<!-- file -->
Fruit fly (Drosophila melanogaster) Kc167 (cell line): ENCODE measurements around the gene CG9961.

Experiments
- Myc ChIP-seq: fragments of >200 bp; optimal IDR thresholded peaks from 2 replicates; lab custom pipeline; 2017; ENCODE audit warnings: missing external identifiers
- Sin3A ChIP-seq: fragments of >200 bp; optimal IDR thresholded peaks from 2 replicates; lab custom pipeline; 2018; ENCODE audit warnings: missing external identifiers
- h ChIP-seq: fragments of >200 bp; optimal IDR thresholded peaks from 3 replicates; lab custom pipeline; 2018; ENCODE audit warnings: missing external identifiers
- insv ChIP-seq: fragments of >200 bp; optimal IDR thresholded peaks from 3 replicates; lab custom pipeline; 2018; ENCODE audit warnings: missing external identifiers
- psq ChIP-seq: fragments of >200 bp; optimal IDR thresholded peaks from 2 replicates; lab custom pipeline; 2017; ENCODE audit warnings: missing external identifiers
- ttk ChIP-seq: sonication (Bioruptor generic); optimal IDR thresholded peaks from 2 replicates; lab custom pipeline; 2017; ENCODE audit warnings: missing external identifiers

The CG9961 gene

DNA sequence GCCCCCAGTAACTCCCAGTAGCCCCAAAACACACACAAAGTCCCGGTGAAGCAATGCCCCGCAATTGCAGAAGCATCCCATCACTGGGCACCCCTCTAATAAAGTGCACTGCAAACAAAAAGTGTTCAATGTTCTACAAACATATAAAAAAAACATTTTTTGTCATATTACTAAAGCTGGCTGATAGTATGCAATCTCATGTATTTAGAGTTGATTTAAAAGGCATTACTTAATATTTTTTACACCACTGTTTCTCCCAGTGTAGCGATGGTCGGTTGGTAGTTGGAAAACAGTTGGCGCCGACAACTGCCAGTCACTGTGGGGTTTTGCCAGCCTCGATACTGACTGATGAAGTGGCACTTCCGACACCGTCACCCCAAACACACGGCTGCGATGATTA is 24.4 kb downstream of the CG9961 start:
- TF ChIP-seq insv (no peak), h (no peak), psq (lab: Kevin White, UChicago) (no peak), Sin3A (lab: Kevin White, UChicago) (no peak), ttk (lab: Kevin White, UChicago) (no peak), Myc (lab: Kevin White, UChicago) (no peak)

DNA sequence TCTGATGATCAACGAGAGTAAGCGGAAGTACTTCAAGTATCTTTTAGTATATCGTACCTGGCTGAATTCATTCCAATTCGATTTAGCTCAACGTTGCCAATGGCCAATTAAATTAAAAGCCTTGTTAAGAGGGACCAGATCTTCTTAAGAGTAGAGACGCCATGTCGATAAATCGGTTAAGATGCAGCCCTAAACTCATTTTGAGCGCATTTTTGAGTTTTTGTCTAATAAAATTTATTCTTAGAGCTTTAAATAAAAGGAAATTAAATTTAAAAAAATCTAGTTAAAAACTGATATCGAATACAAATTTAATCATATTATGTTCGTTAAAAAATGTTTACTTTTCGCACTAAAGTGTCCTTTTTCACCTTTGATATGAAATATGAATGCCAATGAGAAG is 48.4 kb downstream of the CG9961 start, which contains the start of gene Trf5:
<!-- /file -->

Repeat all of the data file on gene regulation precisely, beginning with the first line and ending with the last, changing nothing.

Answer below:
Fruit fly (Drosophila melanogaster) Kc167 (cell line): ENCODE measurements around the gene CG9961.

Experiments
- Myc ChIP-seq: fragments of >200 bp; optimal IDR thresholded peaks from 2 replicates; lab custom pipeline; 2017; ENCODE audit warnings: missing external identifiers
- Sin3A ChIP-seq: fragments of >200 bp; optimal IDR thresholded peaks from 2 replicates; lab custom pipeline; 2018; ENCODE audit warnings: missing external identifiers
- h ChIP-seq: fragments of >200 bp; optimal IDR thresholded peaks from 3 replicates; lab custom pipeline; 2018; ENCODE audit warnings: missing external identifiers
- insv ChIP-seq: fragments of >200 bp; optimal IDR thresholded peaks from 3 replicates; lab custom pipeline; 2018; ENCODE audit warnings: missing external identifiers
- psq ChIP-seq: fragments of >200 bp; optimal IDR thresholded peaks from 2 replicates; lab custom pipeline; 2017; ENCODE audit warnings: missing external identifiers
- ttk ChIP-seq: sonication (Bioruptor generic); optimal IDR thresholded peaks from 2 replicates; lab custom pipeline; 2017; ENCODE audit warnings: missing external identifiers

The CG9961 gene

DNA sequence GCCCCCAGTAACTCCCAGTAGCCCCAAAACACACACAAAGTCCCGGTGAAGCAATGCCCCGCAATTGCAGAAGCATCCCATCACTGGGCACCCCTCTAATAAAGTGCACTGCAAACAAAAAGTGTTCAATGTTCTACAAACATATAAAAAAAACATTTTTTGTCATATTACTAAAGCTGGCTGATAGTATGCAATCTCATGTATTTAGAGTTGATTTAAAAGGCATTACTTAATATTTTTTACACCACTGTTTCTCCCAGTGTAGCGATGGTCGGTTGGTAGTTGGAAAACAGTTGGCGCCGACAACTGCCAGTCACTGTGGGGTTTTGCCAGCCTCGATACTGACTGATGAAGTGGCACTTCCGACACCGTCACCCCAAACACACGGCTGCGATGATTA is 24.4 kb downstream of the CG9961 start:
- TF ChIP-seq insv (no peak), h (no peak), psq (lab: Kevin White, UChicago) (no peak), Sin3A (lab: Kevin White, UChicago) (no peak), ttk (lab: Kevin White, UChicago) (no peak), Myc (lab: Kevin White, UChicago) (no peak)

DNA sequence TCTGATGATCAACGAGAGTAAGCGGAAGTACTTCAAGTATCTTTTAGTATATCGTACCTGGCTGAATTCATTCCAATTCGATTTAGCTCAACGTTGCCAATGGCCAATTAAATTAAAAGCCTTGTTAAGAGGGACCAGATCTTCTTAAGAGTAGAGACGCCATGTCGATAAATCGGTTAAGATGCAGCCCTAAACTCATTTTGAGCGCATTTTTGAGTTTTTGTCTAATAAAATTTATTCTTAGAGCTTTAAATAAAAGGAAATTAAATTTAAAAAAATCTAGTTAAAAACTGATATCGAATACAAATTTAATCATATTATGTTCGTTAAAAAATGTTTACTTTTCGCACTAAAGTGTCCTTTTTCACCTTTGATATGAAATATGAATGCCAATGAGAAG is 48.4 kb downstream of the CG9961 start, which contains the start of gene Trf5: